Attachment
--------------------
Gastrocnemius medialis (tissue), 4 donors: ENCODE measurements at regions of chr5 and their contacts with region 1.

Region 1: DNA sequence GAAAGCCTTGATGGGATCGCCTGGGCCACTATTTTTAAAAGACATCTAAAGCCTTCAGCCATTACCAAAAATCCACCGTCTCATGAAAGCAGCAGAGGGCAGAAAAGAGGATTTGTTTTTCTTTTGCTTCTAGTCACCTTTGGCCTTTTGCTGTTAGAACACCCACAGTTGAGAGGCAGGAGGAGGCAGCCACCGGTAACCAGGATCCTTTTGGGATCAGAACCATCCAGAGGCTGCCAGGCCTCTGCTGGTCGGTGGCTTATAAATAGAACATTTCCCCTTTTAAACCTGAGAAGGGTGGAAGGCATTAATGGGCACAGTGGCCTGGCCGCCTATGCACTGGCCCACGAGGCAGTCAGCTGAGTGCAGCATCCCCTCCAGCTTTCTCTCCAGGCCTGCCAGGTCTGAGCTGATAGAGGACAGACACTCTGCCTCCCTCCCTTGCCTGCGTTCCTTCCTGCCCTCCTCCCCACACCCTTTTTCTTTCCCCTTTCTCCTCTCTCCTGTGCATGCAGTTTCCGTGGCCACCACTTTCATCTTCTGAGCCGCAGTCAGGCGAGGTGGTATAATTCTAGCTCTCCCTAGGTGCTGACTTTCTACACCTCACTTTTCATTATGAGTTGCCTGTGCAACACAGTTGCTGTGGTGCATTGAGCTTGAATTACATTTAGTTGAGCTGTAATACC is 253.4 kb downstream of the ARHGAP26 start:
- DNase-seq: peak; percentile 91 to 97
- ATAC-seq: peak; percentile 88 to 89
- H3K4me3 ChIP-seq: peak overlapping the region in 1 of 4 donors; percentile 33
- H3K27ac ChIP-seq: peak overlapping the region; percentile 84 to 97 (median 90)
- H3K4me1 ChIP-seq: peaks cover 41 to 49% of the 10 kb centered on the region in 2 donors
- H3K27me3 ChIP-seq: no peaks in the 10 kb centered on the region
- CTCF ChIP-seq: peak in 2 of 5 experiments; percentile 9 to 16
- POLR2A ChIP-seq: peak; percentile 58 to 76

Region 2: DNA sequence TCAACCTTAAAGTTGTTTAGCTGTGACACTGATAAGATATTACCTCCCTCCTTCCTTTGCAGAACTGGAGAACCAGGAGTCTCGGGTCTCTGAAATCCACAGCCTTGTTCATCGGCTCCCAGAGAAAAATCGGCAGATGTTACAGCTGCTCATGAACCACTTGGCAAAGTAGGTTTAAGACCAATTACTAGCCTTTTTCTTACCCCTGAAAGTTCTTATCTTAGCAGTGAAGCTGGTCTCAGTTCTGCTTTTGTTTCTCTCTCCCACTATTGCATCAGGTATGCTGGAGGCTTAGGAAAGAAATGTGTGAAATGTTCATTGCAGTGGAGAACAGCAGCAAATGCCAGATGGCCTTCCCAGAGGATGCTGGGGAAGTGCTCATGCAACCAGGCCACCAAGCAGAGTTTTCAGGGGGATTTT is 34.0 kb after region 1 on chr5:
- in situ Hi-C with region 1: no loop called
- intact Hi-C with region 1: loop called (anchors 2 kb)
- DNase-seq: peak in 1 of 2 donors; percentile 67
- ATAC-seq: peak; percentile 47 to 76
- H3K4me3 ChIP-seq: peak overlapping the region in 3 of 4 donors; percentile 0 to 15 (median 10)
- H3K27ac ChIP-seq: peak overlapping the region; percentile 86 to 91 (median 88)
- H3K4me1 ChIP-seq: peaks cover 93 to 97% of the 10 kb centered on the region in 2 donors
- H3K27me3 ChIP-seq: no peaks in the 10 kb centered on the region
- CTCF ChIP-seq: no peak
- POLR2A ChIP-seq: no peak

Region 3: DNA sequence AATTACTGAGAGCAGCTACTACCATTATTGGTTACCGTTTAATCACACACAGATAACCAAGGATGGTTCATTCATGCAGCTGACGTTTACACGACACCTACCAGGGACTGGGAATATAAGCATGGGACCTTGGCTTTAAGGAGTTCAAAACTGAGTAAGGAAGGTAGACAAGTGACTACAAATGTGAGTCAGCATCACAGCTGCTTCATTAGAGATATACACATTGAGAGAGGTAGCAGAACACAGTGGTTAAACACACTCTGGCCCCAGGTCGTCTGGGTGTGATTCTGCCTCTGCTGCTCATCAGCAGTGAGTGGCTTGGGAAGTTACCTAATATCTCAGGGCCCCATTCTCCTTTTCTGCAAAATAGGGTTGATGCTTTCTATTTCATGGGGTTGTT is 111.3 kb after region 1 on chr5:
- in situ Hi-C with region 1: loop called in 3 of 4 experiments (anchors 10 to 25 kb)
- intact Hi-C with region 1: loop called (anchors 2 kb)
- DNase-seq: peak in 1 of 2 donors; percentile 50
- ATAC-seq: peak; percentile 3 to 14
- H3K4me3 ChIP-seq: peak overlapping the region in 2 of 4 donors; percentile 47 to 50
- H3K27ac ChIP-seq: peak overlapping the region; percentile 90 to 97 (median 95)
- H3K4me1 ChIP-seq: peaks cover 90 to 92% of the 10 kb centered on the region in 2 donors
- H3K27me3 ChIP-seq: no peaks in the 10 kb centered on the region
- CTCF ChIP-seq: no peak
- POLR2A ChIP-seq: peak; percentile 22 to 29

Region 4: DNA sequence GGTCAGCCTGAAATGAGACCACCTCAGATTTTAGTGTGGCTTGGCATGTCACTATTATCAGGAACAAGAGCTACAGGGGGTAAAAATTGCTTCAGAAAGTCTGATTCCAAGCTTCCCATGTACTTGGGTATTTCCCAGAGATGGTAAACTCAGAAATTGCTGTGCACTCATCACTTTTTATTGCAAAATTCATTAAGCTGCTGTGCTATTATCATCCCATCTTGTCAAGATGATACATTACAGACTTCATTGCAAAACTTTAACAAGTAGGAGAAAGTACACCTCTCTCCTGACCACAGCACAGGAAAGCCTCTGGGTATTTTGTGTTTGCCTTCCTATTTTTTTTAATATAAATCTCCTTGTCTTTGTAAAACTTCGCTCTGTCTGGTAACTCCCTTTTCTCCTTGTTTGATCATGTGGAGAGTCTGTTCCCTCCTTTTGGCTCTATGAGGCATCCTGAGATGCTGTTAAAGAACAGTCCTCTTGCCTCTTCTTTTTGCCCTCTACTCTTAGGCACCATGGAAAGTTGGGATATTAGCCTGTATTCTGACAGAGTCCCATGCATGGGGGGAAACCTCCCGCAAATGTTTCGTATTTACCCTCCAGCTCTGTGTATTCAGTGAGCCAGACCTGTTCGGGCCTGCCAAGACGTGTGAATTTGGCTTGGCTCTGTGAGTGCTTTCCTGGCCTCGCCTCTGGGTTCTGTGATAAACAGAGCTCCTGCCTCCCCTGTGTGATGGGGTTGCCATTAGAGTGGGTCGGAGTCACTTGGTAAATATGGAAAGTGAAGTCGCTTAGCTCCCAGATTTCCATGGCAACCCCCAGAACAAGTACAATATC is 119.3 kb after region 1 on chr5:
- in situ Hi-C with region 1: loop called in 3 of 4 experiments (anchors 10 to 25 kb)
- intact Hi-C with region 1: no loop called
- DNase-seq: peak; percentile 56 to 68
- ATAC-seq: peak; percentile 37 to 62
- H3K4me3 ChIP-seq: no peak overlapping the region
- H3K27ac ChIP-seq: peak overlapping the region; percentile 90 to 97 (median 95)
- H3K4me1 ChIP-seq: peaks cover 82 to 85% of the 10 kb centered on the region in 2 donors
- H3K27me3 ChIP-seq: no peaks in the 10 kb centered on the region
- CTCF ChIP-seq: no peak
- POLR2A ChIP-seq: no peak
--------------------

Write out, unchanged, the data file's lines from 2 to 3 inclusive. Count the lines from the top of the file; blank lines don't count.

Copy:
Region 1: DNA sequence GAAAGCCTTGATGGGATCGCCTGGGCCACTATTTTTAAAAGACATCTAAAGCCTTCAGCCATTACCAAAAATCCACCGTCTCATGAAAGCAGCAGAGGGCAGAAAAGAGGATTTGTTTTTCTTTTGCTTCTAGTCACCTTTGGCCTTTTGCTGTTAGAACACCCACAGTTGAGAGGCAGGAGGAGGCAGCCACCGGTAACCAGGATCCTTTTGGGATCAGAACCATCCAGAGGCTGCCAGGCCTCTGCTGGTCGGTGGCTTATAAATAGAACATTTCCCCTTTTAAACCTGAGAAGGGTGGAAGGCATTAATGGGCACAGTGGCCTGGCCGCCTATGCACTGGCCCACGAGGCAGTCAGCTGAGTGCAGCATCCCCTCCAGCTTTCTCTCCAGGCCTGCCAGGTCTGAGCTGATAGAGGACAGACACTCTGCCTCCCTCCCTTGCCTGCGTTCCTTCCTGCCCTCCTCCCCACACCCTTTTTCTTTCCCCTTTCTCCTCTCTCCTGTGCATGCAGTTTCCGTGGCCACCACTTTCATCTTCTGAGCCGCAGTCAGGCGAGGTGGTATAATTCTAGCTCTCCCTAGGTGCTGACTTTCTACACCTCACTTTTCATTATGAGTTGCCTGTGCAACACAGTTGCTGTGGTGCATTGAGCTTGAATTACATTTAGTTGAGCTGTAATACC is 253.4 kb downstream of the ARHGAP26 start:
- DNase-seq: peak; percentile 91 to 97